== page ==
Hot on the heels of yesterday evening’s Channel 4 Dispatches about Ryanair, the Millwall of air carriers (everybody hates us and we don’t care), Michael O’Leary and his merry men have apparently instructed lawyers and the company “looks forward to this matter being resolved in the courts”. But many industry watchers will be asking not about the programme’s content, but what was missed out.
Channel 4 is warmly welcomed to Dublin
While Ryanair management will be rightly concerned about any adverse comment on the safety of their operations – safe operation, after all, is their business – there have been a number of well documented incidents in the recent past which have all been, shall we say, avoidable. The impression is given, in all these cases, that pressure to save and/or make up time has been a contributory factor.
The incident that Dispatches did mention, a missed approach to Memmingen Airport in September last year, bears further examination, and the German safety authority has issued an Interim Report. The flight deck had requested use not of the operational runway (06) but to land from the opposite direction (24) to save time. Voice transcripts suggest the pilot flying (PF) was not 100% sure of the procedure.
As the aircraft approached, its sink rate (the rate of descent) was high, and there was a tailwind component of over 25 knots. The plane’s altitude dropped to 460 feet above ground level at one point. Whether or not this was totally safe I will not comment further, except to note that subjecting passengers to a right bank angle of 25 degrees, followed by a left bank angle of 35 degrees, is, er, unusual.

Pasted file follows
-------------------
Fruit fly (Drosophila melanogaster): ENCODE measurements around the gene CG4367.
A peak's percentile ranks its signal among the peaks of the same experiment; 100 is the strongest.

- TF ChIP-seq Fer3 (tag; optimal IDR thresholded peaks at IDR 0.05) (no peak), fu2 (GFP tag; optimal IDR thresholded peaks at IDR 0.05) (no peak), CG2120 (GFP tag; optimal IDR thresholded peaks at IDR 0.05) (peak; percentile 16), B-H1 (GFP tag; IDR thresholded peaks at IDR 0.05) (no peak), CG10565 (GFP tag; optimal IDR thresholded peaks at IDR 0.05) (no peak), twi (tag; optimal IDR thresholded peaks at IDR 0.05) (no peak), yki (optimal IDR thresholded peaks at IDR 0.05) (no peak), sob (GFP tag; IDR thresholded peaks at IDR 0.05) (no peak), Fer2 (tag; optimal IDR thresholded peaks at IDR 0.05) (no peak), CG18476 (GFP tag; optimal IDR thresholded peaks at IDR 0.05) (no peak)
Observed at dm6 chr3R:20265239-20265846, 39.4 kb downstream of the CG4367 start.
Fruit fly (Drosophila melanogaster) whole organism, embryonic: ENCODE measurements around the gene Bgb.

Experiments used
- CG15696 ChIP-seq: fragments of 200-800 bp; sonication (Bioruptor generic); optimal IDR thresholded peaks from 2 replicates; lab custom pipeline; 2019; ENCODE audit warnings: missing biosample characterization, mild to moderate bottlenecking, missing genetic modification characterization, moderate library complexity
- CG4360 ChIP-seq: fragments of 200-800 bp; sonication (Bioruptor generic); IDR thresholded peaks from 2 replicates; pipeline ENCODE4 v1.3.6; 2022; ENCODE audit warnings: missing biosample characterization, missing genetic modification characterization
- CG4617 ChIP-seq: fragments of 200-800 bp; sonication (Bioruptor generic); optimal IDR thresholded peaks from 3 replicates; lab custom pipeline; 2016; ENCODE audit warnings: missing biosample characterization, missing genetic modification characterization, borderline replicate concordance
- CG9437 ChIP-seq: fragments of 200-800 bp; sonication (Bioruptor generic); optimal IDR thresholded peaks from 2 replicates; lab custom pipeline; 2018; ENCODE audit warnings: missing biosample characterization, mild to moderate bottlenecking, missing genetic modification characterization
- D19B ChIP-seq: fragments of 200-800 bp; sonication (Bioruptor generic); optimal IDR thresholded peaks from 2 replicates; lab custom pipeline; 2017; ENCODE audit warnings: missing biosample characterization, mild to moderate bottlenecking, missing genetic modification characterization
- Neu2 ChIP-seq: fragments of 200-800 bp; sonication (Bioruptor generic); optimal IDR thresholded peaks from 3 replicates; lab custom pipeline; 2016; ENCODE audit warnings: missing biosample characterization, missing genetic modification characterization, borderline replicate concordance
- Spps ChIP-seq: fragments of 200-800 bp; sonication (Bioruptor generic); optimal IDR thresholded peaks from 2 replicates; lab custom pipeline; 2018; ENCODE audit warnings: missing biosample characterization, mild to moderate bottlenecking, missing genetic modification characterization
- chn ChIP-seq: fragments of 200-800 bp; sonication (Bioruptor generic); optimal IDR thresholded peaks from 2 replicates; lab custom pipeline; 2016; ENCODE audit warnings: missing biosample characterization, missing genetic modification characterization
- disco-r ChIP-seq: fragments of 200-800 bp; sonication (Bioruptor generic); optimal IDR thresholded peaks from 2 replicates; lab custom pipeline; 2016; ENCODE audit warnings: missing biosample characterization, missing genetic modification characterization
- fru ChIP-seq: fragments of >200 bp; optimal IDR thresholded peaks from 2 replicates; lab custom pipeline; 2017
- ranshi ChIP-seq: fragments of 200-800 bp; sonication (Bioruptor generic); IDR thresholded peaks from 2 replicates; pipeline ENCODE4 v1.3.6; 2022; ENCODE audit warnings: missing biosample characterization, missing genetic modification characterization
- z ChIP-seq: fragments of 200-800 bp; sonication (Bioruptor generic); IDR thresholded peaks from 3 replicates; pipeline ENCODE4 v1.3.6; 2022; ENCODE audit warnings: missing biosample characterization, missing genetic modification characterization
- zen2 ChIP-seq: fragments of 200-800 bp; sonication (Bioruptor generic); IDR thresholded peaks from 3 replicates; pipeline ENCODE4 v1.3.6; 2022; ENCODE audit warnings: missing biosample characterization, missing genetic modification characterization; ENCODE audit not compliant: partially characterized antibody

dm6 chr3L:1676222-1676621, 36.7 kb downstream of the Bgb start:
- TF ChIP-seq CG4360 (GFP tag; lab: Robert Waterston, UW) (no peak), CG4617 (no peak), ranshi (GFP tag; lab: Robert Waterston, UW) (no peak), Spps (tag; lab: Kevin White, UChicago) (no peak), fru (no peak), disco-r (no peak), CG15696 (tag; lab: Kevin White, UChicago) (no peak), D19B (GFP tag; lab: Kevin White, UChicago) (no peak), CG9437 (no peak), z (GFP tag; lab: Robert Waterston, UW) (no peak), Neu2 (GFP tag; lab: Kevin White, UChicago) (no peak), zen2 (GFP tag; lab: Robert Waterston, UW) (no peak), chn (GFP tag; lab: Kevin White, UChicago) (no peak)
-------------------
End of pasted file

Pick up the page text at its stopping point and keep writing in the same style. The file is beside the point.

And not for the first time, the cockpit voice recording (CVR) was not preserved. This was also the case when a Ryanair flight landed at Alicante airport without contacting the tower and receiving permission in January 2011. Also, in both cases, the co-pilot did not have an Airline Transport Pilot’s Licence (ATPL). Last October, a Ryanair flight took off from Eindhoven airport without first getting clearance to do so.
There are plenty more of these incidents, even without the arguments over fuel reserves that took up much of the Dispatches programme. For instance, the August 2008 coming together of a Ryanair Boeing 737 and a stationary Lufthansa A320 at Manchester airport after the flight deck on the 737 thought they had sufficient room to pass behind the A320, before finding out they didn’t.
And the late 2008 incident at Stansted, when another Ryanair 737 attempted a crossbleed engine start while being pushed back by a tug (the driver of which had to abandon his vehicle in order to prevent his being sucked into the powered-up engine) again suggest time pressure – as well as showing the hours that some of the company’s pilots are racking up.
I don’t dispute Ryanair’s 29-year safety record. I’d just like it to stay that way.